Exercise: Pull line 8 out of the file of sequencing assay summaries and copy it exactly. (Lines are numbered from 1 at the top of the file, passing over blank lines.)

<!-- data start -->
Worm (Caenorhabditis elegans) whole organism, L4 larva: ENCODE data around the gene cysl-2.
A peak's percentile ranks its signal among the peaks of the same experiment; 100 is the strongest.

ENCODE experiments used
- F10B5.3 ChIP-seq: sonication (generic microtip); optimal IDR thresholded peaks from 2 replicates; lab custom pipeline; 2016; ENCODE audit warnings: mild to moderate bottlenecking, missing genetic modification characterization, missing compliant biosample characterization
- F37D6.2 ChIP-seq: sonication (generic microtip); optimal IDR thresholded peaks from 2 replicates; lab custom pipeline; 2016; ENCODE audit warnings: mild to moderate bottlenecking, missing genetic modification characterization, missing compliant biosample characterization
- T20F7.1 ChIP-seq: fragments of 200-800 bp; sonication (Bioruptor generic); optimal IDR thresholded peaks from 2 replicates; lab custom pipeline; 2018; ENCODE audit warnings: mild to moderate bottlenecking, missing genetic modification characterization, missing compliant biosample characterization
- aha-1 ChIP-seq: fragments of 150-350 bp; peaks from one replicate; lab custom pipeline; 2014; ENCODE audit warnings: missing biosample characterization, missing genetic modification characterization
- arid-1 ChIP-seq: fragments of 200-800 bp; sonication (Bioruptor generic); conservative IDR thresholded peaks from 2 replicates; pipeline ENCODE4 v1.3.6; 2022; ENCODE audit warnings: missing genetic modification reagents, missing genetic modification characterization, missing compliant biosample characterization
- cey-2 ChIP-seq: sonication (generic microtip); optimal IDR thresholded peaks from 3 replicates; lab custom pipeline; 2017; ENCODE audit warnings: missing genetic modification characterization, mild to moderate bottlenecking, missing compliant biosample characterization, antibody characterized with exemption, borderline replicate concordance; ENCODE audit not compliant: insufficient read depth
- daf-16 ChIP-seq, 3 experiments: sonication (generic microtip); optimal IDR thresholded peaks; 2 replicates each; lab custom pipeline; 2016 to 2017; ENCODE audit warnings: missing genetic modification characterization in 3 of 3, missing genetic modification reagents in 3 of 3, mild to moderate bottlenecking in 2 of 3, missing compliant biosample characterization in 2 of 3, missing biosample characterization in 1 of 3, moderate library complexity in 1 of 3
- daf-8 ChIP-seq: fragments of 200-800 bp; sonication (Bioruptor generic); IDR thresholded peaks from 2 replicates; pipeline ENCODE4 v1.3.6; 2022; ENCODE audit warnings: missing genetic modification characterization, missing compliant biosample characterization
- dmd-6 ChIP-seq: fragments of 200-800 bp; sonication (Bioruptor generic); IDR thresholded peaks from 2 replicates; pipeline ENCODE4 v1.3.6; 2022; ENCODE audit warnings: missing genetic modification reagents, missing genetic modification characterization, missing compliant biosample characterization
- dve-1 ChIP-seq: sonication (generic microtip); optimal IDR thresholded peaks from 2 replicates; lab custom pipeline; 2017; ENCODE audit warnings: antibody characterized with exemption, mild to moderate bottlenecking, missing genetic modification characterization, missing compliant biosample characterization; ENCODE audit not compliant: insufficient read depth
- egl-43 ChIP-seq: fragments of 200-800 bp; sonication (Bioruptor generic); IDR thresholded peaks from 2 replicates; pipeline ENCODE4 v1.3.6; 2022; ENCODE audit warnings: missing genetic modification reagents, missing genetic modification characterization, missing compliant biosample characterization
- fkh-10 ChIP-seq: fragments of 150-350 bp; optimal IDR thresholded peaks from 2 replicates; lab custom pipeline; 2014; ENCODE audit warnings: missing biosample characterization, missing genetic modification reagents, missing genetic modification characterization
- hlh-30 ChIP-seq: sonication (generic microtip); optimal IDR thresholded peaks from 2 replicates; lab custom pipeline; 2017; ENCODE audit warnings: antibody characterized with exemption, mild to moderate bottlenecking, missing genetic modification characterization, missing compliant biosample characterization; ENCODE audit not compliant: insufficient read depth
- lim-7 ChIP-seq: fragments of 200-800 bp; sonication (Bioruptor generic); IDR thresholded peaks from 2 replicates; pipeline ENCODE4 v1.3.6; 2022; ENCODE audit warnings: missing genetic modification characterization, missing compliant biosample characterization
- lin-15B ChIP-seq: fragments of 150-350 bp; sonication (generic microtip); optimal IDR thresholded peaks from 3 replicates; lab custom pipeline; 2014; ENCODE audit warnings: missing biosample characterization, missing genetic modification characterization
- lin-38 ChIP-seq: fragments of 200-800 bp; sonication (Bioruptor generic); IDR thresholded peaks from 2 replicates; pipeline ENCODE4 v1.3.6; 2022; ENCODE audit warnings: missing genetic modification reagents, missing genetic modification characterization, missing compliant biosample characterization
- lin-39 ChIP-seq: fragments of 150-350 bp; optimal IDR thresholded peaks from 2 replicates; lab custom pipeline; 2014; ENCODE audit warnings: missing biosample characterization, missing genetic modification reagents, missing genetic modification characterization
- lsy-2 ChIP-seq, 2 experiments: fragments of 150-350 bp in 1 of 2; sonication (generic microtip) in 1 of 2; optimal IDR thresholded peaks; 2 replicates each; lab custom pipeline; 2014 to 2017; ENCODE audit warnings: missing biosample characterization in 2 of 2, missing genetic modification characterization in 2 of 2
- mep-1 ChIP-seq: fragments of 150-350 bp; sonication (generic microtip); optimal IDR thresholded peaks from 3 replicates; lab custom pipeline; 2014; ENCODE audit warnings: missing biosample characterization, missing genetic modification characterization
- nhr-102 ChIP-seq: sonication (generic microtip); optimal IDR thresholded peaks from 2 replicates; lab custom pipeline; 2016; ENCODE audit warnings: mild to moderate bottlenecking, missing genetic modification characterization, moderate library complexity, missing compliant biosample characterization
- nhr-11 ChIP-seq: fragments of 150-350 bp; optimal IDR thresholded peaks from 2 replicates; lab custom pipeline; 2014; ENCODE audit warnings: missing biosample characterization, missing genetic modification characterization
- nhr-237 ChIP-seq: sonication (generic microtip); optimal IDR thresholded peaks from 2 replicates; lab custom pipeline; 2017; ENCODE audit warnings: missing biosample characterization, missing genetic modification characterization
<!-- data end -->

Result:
- arid-1 ChIP-seq: fragments of 200-800 bp; sonication (Bioruptor generic); conservative IDR thresholded peaks from 2 replicates; pipeline ENCODE4 v1.3.6; 2022; ENCODE audit warnings: missing genetic modification reagents, missing genetic modification characterization, missing compliant biosample characterization